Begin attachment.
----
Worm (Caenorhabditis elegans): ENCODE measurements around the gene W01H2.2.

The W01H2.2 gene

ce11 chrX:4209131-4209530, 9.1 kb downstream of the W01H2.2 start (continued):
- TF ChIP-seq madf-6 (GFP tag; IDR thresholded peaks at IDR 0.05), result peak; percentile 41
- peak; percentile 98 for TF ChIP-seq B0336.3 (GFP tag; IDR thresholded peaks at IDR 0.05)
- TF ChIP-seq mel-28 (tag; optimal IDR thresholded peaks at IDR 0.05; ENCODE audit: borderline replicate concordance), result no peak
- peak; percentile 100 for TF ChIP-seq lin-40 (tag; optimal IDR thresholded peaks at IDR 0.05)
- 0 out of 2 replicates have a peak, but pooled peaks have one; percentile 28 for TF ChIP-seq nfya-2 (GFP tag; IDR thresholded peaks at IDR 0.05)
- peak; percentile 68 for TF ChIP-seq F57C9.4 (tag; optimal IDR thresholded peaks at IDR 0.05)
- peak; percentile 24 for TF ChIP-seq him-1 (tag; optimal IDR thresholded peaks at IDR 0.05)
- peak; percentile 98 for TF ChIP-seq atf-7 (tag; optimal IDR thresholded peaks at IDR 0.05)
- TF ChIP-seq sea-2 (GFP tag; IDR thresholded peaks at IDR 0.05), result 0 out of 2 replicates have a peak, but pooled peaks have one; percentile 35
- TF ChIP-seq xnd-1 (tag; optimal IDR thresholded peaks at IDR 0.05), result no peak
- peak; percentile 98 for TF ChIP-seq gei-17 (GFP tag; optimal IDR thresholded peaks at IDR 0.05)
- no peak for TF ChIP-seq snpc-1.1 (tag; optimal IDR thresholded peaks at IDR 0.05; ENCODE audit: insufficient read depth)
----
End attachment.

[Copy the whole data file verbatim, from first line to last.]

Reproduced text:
Worm (Caenorhabditis elegans): ENCODE measurements around the gene W01H2.2.

The W01H2.2 gene

ce11 chrX:4209131-4209530, 9.1 kb downstream of the W01H2.2 start (continued):
- TF ChIP-seq madf-6 (GFP tag; IDR thresholded peaks at IDR 0.05), result peak; percentile 41
- peak; percentile 98 for TF ChIP-seq B0336.3 (GFP tag; IDR thresholded peaks at IDR 0.05)
- TF ChIP-seq mel-28 (tag; optimal IDR thresholded peaks at IDR 0.05; ENCODE audit: borderline replicate concordance), result no peak
- peak; percentile 100 for TF ChIP-seq lin-40 (tag; optimal IDR thresholded peaks at IDR 0.05)
- 0 out of 2 replicates have a peak, but pooled peaks have one; percentile 28 for TF ChIP-seq nfya-2 (GFP tag; IDR thresholded peaks at IDR 0.05)
- peak; percentile 68 for TF ChIP-seq F57C9.4 (tag; optimal IDR thresholded peaks at IDR 0.05)
- peak; percentile 24 for TF ChIP-seq him-1 (tag; optimal IDR thresholded peaks at IDR 0.05)
- peak; percentile 98 for TF ChIP-seq atf-7 (tag; optimal IDR thresholded peaks at IDR 0.05)
- TF ChIP-seq sea-2 (GFP tag; IDR thresholded peaks at IDR 0.05), result 0 out of 2 replicates have a peak, but pooled peaks have one; percentile 35
- TF ChIP-seq xnd-1 (tag; optimal IDR thresholded peaks at IDR 0.05), result no peak
- peak; percentile 98 for TF ChIP-seq gei-17 (GFP tag; optimal IDR thresholded peaks at IDR 0.05)
- no peak for TF ChIP-seq snpc-1.1 (tag; optimal IDR thresholded peaks at IDR 0.05; ENCODE audit: insufficient read depth)